Boston’s need for a more professionalized, cosmopolitan and focussed musical community resulted in 1881 in the formation of the Boston SO. This was the brainchild of Henry Lee Higginson, a financier whose lifelong passion was music. Resolving to give Boston a ‘full-time and permanent’ orchestra that would ‘offer the best music at low prices’, Higginson created an ensemble soon regarded as peerless in the USA and comparable to the best abroad. He paid all salaries and deficits, but conferred artistic control on his conductors. Some recent accounts of his philanthropy stress the Gilded Age plutocrat rather than the cultural democrat. It is true that Higginson forbade his musicians to form a union or to play popular music on days they rehearsed or performed (a Wednesday-to-Saturday prohibition sometimes wrongly characterized as full-time); that his own musical tastes were relatively conservative; that his orchestra was a Brahmin cultural stronghold. At the same time, he reserved ‘rush seats’ for non-subscribers and began ‘popular concerts’ – the future Boston Pops....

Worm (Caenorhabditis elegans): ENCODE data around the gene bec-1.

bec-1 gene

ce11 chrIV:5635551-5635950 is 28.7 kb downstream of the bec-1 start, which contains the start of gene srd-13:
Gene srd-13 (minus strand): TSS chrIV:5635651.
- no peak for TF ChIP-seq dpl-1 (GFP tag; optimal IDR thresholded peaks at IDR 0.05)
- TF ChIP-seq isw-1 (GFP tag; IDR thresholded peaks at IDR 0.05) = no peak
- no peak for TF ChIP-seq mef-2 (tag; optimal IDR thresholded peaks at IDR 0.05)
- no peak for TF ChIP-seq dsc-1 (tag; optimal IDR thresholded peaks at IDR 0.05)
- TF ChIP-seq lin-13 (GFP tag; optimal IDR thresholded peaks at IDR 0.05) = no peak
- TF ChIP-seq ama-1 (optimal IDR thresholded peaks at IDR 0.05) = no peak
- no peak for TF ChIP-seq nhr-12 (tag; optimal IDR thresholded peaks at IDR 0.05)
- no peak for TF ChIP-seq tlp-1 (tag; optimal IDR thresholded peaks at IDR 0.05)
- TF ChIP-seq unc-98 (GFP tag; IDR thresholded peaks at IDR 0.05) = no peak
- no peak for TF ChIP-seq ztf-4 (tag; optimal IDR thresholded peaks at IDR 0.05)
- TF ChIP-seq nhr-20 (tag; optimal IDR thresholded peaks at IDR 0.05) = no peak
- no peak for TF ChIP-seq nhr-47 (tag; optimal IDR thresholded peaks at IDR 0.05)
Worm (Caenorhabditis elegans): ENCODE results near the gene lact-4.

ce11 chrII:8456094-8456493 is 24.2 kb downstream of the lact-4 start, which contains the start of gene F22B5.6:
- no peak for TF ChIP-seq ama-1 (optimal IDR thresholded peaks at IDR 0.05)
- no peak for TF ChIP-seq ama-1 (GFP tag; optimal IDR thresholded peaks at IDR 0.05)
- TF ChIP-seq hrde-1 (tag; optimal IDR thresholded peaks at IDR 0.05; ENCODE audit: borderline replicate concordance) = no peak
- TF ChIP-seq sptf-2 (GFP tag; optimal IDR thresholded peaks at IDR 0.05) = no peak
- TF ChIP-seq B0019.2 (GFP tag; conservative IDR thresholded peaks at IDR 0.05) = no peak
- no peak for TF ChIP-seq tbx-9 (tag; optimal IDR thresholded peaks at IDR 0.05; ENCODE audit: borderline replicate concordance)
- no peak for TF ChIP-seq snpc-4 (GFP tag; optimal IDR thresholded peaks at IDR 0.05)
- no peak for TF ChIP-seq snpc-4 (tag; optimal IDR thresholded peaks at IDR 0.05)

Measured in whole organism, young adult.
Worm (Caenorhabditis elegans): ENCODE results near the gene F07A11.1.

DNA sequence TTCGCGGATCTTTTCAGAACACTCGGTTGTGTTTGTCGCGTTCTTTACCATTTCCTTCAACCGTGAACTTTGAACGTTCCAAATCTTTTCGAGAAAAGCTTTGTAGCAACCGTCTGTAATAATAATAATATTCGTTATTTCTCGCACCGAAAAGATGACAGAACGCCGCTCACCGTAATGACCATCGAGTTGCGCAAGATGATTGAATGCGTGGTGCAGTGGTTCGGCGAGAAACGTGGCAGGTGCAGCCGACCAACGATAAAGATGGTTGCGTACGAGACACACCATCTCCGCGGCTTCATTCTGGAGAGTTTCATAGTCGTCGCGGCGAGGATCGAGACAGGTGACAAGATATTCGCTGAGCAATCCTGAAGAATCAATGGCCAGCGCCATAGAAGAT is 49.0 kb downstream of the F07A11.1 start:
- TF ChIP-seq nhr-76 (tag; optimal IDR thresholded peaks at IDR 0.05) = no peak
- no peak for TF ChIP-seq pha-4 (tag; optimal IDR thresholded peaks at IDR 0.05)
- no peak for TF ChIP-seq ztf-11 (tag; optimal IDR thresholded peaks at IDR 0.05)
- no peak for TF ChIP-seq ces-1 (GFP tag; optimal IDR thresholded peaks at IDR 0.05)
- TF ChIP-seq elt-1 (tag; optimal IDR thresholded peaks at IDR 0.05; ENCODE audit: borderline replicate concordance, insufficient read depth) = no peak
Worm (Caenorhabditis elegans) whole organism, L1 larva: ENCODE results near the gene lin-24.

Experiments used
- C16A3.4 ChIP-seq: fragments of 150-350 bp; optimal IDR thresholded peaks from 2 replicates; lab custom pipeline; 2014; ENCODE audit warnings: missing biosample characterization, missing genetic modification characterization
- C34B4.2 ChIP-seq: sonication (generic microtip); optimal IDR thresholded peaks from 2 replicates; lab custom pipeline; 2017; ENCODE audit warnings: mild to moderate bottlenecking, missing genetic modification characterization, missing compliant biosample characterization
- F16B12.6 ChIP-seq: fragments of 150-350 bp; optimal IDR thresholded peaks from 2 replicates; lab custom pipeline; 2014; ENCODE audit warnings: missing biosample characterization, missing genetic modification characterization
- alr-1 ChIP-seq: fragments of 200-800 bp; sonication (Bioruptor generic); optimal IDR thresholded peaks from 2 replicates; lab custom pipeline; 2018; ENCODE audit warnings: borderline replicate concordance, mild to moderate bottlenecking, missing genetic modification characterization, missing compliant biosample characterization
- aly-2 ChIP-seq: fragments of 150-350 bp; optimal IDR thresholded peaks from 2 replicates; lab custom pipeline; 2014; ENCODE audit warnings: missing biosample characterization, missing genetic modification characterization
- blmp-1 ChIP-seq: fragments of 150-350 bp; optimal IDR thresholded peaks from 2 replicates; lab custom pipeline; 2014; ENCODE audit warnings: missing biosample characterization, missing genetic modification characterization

Nicholas Temperley